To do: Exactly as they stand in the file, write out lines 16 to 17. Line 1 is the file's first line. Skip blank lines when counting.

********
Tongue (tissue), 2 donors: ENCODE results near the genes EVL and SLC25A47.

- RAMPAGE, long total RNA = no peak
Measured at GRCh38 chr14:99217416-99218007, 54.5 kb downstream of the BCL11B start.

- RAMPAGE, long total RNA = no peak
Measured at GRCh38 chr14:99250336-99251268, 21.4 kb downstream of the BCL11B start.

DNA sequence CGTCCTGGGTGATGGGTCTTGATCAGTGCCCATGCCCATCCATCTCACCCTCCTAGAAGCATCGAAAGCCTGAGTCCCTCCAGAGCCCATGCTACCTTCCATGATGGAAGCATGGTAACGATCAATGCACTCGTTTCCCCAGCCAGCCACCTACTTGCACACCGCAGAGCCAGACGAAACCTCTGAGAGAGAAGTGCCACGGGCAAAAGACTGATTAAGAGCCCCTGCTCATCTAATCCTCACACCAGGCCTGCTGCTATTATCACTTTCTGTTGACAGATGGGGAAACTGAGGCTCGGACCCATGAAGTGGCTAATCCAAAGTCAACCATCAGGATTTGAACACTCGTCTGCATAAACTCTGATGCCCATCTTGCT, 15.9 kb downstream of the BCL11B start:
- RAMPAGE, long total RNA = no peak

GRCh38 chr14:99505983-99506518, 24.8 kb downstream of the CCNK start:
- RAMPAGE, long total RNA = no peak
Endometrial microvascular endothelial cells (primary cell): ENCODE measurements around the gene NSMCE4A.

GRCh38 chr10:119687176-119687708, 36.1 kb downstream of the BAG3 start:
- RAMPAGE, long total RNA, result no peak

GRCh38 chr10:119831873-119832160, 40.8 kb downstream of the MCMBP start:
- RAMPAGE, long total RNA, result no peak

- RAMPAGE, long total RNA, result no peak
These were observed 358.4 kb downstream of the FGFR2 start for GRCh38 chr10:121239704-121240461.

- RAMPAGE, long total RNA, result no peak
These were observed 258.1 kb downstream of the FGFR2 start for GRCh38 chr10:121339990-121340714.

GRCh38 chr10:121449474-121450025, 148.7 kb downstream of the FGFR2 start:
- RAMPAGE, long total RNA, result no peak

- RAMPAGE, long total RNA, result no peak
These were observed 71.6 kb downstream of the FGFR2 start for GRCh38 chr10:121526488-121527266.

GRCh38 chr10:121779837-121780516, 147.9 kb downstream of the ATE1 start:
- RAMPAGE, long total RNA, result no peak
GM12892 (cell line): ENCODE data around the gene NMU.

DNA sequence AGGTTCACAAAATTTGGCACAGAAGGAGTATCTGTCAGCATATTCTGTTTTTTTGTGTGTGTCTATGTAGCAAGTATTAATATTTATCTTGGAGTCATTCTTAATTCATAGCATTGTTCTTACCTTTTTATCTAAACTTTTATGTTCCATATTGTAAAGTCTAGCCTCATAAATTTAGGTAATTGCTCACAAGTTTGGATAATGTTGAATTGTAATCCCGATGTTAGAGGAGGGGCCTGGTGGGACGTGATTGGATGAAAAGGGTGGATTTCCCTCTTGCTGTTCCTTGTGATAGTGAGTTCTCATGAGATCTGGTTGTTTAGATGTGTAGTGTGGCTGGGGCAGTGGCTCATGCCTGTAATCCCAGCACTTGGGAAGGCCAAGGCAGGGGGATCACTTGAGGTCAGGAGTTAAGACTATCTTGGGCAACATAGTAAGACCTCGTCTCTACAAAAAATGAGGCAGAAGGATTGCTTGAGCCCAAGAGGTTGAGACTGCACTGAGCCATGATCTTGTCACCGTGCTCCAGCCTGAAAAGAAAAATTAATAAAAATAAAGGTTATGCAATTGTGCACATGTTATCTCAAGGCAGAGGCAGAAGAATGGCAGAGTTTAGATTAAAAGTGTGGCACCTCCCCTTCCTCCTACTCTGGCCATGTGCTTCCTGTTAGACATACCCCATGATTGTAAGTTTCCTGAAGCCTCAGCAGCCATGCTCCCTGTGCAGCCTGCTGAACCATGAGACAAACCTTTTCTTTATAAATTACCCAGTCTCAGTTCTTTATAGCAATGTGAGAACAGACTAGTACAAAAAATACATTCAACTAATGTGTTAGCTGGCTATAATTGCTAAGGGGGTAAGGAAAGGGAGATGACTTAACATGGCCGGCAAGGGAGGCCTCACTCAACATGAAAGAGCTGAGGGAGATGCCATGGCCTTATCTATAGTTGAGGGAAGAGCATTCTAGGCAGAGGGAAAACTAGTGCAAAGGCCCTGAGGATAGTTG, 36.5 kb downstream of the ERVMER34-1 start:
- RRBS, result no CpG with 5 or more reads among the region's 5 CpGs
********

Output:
These were observed 358.4 kb downstream of the FGFR2 start for GRCh38 chr10:121239704-121240461.

- RAMPAGE, long total RNA, result no peak